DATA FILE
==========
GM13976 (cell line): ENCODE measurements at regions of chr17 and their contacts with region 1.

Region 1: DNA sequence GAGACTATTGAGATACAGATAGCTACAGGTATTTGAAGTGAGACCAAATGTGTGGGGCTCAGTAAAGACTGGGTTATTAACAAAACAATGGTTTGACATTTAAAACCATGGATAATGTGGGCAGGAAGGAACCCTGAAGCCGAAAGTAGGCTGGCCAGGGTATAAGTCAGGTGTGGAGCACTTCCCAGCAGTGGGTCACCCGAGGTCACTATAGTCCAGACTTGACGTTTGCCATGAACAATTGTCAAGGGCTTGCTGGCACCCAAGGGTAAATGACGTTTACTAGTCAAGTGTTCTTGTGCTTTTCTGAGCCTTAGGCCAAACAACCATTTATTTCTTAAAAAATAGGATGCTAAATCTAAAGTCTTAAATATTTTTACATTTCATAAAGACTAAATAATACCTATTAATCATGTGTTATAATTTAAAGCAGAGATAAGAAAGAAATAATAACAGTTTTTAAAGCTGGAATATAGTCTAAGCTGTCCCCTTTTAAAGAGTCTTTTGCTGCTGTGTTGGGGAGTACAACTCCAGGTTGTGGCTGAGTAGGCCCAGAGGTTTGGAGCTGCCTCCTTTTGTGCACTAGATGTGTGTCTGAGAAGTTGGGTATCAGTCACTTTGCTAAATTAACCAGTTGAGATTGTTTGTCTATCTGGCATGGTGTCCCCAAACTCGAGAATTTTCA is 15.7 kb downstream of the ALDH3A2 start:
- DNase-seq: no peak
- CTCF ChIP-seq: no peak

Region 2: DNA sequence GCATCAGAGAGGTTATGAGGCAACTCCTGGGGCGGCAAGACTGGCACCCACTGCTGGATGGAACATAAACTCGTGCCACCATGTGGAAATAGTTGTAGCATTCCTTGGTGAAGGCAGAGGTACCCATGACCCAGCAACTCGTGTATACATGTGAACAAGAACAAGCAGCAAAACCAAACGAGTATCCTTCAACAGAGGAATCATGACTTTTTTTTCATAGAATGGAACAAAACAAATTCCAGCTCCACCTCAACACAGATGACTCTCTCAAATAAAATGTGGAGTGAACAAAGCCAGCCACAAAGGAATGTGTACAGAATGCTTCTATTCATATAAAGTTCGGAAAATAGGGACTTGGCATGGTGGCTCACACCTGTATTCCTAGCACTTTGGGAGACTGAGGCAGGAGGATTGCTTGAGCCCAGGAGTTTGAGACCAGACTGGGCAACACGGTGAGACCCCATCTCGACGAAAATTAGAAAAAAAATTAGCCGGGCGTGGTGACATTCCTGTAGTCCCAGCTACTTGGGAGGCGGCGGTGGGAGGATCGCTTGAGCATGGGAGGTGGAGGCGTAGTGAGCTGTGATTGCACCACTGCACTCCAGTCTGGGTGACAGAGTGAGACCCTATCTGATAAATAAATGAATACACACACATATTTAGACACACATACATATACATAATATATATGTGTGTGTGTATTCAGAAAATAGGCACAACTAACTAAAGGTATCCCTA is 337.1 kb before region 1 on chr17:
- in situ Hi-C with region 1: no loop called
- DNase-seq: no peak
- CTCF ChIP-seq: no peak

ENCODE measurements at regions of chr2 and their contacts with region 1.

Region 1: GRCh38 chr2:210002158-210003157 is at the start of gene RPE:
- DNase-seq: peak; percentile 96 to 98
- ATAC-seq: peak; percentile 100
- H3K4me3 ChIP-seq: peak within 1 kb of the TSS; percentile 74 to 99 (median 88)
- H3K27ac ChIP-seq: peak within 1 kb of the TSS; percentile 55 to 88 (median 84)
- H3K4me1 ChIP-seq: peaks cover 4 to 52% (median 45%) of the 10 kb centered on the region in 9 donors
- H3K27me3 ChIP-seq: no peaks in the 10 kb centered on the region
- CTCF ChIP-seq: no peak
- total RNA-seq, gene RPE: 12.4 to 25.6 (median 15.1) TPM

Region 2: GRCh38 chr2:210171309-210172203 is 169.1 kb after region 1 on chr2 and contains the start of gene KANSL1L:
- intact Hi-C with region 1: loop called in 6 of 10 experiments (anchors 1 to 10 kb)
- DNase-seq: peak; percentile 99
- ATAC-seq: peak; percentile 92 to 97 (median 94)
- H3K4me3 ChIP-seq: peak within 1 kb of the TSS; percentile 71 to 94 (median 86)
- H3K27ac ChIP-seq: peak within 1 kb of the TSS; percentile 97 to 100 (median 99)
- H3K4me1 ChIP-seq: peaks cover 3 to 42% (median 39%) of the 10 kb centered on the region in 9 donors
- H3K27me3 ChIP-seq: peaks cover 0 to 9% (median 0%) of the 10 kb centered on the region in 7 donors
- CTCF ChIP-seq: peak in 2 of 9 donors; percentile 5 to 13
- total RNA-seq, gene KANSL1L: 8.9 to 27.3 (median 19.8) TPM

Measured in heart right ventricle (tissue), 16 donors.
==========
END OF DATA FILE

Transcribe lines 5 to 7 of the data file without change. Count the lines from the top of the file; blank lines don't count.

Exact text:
Region 2: DNA sequence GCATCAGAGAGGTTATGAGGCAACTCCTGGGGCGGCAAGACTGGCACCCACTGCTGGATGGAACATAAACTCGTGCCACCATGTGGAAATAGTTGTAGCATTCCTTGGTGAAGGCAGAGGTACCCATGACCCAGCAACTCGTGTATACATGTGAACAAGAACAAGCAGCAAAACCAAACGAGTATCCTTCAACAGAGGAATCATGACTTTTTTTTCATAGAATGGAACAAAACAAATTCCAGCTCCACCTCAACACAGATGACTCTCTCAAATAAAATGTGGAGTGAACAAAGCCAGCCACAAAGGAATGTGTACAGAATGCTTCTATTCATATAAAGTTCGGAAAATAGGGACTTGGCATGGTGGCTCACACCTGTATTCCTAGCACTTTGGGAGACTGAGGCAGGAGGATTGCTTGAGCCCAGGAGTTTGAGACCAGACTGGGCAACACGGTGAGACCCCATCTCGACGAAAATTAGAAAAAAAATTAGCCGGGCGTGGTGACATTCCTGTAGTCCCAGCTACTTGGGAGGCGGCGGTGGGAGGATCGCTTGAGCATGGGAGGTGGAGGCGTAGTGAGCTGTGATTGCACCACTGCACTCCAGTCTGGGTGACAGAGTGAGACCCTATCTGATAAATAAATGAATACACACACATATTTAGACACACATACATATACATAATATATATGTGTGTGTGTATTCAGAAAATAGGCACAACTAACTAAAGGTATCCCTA is 337.1 kb before region 1 on chr17:
- in situ Hi-C with region 1: no loop called
- DNase-seq: no peak